The Mission to Seafarers

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The Mission to Seafarers
Founded 1856
Type International organization
Focus Seafarers' welfare, advocacy, piracy, advocacy, counselling
Location
Area served Worldwide
Mission The Mission to Seafarers offers communications facilities, counselling, and practical support for the globe’s 1.5 million merchant seafarers of all faiths, ranks and nationalities through its ship visitors and seafarers' centres in 260 ports worldwide.
Website http://www.missiontoseafarers.org/
Formerly called The Missions to Seamen

The Mission to Seafarers (formerly The Missions to Seamen) is a Christian welfare charity serving merchant sailors around the world. It operates in over 260 ports through a global network of chaplains, staff and volunteers to offer practical, emotional and spiritual support to seafarers through ship visits, drop-in centres and a range of welfare and emergency support services.

Work[edit]

The Mission to Seafarers is a world missionary agency of the Anglican Communion and offers practical, emotional and spiritual support to the world's 1.5 million merchant seafarers of all ranks, religions and nationalities.

The charity provides its services through the chaplains that it appoints to centres and ports in 71 countries around the world. Chaplains, who are often supported by volunteers, are able to offer practical support with employment issues or personal needs, as well as emotional and spiritual support through counselling. Through its centres and staff, the charity also provides communications facilities, transport services and publishes a bi-monthly news digest for seafarers called The Sea.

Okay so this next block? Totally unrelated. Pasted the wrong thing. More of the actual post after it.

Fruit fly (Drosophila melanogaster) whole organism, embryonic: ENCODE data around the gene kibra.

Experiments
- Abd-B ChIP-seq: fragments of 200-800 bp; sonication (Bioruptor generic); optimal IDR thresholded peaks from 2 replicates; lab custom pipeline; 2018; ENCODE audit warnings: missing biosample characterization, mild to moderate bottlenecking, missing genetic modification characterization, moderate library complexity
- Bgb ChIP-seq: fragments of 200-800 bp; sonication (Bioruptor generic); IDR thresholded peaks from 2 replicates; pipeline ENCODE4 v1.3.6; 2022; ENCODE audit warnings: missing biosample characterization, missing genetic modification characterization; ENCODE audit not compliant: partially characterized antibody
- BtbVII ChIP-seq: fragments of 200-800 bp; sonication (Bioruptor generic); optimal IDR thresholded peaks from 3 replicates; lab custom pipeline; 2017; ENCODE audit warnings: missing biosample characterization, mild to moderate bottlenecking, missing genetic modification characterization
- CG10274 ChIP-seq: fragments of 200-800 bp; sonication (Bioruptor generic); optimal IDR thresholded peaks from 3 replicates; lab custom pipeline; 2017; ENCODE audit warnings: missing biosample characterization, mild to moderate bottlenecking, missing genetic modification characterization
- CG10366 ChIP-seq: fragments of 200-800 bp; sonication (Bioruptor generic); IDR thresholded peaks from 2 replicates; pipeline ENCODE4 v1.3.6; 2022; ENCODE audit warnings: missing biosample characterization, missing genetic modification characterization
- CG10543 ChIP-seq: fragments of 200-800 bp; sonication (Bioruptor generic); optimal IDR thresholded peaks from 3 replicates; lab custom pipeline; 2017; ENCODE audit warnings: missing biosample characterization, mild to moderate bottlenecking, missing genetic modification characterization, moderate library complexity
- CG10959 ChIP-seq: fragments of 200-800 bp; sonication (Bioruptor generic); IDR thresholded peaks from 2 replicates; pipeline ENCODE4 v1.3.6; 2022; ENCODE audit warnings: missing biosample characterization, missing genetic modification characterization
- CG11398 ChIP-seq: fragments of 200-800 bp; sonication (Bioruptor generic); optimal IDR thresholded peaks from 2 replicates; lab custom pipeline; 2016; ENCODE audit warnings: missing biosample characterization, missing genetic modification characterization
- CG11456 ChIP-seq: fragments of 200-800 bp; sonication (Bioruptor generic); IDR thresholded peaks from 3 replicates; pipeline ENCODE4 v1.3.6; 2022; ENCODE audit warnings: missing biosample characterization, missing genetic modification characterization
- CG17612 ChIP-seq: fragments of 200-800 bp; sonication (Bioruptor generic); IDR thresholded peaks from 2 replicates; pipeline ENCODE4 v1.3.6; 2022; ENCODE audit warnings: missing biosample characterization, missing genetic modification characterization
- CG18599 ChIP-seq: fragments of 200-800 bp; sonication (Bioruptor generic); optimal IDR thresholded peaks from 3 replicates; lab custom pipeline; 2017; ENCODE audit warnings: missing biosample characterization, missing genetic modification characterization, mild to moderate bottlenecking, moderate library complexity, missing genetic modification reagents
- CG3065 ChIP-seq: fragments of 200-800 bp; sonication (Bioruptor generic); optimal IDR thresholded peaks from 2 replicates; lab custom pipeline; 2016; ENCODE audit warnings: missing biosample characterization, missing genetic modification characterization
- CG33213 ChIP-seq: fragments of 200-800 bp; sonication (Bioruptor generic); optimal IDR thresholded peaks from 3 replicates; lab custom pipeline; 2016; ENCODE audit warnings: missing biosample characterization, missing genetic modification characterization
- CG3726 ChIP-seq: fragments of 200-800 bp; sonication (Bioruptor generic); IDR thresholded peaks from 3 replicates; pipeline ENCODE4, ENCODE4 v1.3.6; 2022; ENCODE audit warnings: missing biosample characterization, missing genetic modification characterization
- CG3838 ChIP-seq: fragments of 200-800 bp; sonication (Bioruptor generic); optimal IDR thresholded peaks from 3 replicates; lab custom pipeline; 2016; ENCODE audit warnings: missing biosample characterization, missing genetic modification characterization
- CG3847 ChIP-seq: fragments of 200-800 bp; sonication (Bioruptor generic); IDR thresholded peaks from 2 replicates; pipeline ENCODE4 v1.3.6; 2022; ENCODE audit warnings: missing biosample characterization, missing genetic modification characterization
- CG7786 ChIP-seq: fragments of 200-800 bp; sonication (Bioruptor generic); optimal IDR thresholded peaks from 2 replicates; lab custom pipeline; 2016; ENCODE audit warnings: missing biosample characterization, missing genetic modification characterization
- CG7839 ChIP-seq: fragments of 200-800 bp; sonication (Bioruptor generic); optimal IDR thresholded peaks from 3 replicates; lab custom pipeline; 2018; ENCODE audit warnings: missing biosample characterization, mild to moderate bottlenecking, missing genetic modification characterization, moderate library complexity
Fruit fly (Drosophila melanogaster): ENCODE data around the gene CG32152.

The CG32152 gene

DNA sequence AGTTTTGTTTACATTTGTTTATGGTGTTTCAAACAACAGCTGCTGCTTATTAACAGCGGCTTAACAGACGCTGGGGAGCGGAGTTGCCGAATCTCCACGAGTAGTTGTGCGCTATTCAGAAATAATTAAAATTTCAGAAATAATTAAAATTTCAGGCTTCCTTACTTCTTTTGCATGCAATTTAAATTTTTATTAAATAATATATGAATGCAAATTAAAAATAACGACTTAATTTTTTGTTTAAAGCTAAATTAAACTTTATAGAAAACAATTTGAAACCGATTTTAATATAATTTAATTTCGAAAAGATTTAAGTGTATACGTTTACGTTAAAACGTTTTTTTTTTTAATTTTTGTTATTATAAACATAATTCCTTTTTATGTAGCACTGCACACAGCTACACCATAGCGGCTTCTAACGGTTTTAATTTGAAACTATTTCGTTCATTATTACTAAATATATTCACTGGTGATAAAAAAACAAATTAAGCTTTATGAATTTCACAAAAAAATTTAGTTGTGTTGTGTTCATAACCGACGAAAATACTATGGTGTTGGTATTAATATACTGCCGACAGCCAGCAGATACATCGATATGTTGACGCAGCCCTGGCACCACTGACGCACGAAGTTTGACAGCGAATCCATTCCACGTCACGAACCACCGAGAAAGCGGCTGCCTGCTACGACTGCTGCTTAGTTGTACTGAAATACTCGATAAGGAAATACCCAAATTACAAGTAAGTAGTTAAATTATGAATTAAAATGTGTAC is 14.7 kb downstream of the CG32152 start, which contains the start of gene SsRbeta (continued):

Network[edit]

The Mission to Seafarers has operations in over 260 ports around the world. In over 120 of these ports, the Mission has seafarers' centres - known as Flying Angel Centres, or Flying Angel Clubs - which offer communications facilities and rest and relaxation areas, and in some cases, accommodation. Sometimes, seafarers' centres are provided in ecumenical partnership with other organisations such as the Apostleship of the Sea. The rest of the charity's presence is made up of part-time or full-time chaplains, who offer on board support services to seafarers.

Its central office is in the church of St Michael Paternoster Royal, College Hill, London EC4R 2RL. This church, founded by Sir Richard Whitington was rebuilt by Sir Christopher Wren, and contains carvings by Grinling Gibbons.

History[edit]

The Mission to Seafarers has its roots in the work of Anglican priest, John Ashley who in 1835 was on the shore at Clevedon with his son who asked him how the people on ships in the Bristol Channel could go to church. Recognising the needs of the seafarers on the four hundred sailing vessels in the Bristol Channel, he created the Bristol Channel Mission. He raised funds, and in 1839 a specially designed mission cutter named Eirene was built with a main cabin which could be converted into a chapel for 100 people.[1]

His work inspired similar ministries in the UK, and it was decided in 1856 that these groups should be formally organised under the name The Mission to Seamen Afloat, at Home and Abroad. In 1858, this name was changed to The Missions to Seamen, and the organisation adopted its Flying Angel logo, still in use to this day.

As shipping transitioned from sail to steam methods, there became a need for places for seafarers to go while they were ashore, as ships could now dock at quaysides because they no longer had to anchor at sea waiting for a favourable wind. In response, the Mission gradually opened centres so that the men could be offered light refreshments, reading and games rooms, good cheap accommodation and a chapel. The Mission now operates 121 centres around the world.

Notable supporters[edit]

The Patron is Queen Elizabeth II and the President is Princess Anne. The Mission's Secretary General, the Revd Andrew Wright, is the Archbishop of Canterbury's official Spokesman on Maritime Affairs.

See also[edit]

References[edit]

  1. ^ Farr, Grahame (1954). Somerset Harbours. London: Christopher Johnson. p. 49. 

External links[edit]